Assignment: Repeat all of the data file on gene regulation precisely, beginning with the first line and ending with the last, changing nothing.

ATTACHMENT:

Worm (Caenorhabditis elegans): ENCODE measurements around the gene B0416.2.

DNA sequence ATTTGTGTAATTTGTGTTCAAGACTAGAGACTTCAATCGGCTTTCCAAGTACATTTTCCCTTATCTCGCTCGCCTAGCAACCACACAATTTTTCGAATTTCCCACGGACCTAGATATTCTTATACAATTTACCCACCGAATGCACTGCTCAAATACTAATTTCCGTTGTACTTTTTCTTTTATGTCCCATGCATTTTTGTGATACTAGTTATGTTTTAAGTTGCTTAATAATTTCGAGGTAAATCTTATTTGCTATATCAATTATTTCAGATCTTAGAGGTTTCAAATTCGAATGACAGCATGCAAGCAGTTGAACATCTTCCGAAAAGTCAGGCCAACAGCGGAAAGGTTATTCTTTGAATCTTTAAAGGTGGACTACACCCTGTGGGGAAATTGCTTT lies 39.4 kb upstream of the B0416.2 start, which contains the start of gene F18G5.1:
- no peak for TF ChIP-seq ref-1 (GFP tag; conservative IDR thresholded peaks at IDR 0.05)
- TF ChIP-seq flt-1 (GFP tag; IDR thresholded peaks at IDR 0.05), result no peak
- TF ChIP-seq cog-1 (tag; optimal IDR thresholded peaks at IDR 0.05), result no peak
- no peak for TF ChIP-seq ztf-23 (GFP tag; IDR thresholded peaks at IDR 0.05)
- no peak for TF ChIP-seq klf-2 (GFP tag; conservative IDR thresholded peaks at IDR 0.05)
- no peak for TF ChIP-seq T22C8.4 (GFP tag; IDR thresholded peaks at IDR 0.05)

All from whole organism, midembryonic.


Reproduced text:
Worm (Caenorhabditis elegans): ENCODE measurements around the gene B0416.2.

DNA sequence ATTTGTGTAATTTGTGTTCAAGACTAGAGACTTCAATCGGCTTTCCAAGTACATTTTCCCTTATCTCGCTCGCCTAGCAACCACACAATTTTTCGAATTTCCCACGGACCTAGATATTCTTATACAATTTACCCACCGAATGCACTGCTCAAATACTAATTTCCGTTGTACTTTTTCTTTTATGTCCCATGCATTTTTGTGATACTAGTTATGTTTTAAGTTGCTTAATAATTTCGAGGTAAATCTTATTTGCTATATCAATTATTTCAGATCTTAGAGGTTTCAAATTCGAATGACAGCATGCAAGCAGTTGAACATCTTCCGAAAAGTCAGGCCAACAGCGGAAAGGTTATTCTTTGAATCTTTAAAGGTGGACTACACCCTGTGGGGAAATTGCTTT lies 39.4 kb upstream of the B0416.2 start, which contains the start of gene F18G5.1:
- no peak for TF ChIP-seq ref-1 (GFP tag; conservative IDR thresholded peaks at IDR 0.05)
- TF ChIP-seq flt-1 (GFP tag; IDR thresholded peaks at IDR 0.05), result no peak
- TF ChIP-seq cog-1 (tag; optimal IDR thresholded peaks at IDR 0.05), result no peak
- no peak for TF ChIP-seq ztf-23 (GFP tag; IDR thresholded peaks at IDR 0.05)
- no peak for TF ChIP-seq klf-2 (GFP tag; conservative IDR thresholded peaks at IDR 0.05)
- no peak for TF ChIP-seq T22C8.4 (GFP tag; IDR thresholded peaks at IDR 0.05)

All from whole organism, midembryonic.